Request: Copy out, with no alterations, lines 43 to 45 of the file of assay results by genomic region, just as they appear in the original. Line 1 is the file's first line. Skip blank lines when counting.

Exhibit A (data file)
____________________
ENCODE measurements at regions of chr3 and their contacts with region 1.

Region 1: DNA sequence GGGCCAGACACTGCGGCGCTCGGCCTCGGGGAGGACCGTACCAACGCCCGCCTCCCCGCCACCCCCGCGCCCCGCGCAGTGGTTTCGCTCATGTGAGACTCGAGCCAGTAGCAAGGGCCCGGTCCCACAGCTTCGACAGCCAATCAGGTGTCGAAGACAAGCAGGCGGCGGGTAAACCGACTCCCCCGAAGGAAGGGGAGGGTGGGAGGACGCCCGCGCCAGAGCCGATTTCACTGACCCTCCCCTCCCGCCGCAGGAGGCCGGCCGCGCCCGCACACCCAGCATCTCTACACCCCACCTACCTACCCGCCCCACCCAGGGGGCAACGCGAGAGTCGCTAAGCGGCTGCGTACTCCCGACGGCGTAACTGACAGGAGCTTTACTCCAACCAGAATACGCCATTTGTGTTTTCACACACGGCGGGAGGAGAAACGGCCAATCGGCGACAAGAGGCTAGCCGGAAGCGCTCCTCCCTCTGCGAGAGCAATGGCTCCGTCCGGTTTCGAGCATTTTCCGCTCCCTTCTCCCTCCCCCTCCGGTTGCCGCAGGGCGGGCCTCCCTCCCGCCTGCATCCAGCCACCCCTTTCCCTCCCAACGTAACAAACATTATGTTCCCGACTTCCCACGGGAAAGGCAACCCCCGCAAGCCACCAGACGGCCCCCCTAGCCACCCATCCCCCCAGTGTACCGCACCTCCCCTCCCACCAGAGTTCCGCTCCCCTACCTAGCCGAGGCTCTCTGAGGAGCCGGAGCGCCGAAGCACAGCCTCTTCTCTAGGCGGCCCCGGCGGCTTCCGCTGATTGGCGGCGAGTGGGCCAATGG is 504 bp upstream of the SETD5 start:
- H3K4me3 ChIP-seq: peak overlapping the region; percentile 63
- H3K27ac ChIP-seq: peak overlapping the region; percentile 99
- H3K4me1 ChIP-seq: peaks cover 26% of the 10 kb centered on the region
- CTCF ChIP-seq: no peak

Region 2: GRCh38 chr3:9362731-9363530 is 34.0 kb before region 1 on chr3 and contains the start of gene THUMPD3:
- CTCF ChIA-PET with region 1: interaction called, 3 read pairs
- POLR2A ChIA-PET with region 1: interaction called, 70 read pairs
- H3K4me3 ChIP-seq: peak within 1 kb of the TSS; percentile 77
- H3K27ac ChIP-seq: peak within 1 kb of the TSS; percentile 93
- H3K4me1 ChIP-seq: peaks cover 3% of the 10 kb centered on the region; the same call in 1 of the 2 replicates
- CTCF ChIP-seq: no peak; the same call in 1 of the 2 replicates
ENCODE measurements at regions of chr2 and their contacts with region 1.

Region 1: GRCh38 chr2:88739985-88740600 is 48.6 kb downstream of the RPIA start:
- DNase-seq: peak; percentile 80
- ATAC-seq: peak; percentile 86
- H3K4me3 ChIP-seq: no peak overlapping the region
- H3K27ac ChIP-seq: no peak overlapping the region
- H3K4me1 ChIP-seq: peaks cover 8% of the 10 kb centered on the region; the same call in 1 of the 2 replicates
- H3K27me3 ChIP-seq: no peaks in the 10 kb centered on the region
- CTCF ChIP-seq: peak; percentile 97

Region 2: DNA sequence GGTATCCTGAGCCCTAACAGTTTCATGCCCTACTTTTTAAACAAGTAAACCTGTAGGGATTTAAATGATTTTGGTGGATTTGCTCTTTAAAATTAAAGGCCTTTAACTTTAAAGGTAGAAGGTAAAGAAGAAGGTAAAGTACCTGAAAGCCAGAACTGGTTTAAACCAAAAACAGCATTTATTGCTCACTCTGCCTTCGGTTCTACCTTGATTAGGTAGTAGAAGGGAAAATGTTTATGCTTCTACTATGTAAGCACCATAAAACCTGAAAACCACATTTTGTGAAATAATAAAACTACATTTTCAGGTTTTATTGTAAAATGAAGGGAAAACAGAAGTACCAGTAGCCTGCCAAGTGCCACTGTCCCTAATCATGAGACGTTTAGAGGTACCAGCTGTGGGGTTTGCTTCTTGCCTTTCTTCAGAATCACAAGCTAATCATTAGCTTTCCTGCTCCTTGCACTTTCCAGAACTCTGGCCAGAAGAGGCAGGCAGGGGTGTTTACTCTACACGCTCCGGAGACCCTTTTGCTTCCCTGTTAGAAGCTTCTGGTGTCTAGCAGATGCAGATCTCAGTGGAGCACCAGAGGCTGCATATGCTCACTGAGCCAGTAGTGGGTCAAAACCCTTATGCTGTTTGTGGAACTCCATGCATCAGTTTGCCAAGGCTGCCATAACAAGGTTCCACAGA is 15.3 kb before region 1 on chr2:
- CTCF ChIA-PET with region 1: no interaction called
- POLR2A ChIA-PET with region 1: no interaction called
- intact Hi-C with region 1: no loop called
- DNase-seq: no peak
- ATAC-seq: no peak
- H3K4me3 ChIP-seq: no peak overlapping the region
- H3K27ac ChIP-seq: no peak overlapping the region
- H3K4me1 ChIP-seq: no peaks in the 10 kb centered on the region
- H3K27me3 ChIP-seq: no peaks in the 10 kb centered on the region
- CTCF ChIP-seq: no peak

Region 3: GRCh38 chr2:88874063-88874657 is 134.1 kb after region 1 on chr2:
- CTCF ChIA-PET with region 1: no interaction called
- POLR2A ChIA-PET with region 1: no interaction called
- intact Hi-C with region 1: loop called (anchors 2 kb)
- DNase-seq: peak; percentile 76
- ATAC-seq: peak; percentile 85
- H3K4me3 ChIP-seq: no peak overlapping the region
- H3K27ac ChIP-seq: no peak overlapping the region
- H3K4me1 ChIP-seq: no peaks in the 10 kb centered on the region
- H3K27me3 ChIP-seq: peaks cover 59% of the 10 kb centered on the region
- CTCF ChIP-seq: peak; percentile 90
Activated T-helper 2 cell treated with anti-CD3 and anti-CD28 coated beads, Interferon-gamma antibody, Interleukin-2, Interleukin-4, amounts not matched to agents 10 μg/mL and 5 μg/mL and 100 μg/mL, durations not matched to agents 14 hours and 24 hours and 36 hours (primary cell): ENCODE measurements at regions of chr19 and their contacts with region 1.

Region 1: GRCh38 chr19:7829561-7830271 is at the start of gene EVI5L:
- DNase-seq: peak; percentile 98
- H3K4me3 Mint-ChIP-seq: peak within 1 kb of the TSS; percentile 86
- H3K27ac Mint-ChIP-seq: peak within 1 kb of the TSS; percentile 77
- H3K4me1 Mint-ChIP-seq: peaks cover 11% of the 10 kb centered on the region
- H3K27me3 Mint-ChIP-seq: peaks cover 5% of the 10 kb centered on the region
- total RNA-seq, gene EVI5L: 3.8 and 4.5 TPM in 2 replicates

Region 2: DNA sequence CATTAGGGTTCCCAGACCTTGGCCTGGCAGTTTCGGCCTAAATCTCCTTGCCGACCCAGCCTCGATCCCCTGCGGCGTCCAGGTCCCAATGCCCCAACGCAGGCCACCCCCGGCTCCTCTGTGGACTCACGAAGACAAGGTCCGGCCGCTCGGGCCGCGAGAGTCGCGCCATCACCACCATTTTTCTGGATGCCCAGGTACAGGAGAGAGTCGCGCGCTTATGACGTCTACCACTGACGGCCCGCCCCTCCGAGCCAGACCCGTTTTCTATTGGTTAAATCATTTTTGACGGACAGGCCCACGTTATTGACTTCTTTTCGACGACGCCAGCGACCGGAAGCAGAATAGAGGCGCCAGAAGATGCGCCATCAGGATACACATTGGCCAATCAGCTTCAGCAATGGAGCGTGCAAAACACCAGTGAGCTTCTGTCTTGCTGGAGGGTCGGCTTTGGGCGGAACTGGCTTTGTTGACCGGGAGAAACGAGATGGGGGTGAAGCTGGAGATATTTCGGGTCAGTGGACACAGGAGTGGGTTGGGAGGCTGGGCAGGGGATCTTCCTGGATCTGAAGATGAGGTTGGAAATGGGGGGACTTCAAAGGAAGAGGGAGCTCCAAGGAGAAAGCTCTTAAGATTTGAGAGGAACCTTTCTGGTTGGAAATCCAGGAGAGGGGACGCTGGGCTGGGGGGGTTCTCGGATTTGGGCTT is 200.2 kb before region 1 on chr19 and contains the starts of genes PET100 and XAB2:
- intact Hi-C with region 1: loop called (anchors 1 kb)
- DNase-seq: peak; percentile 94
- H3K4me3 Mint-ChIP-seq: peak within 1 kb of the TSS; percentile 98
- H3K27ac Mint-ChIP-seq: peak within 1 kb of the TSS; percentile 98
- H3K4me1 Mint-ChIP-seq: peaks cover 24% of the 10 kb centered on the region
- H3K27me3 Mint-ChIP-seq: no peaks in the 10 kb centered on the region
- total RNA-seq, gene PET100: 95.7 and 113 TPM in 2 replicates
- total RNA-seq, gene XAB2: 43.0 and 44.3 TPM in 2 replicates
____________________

- H3K27me3 ChIP-seq: peaks cover 59% of the 10 kb centered on the region
- CTCF ChIP-seq: peak; percentile 90
Activated T-helper 2 cell treated with anti-CD3 and anti-CD28 coated beads, Interferon-gamma antibody, Interleukin-2, Interleukin-4, amounts not matched to agents 10 μg/mL and 5 μg/mL and 100 μg/mL, durations not matched to agents 14 hours and 24 hours and 36 hours (primary cell): ENCODE measurements at regions of chr19 and their contacts with region 1.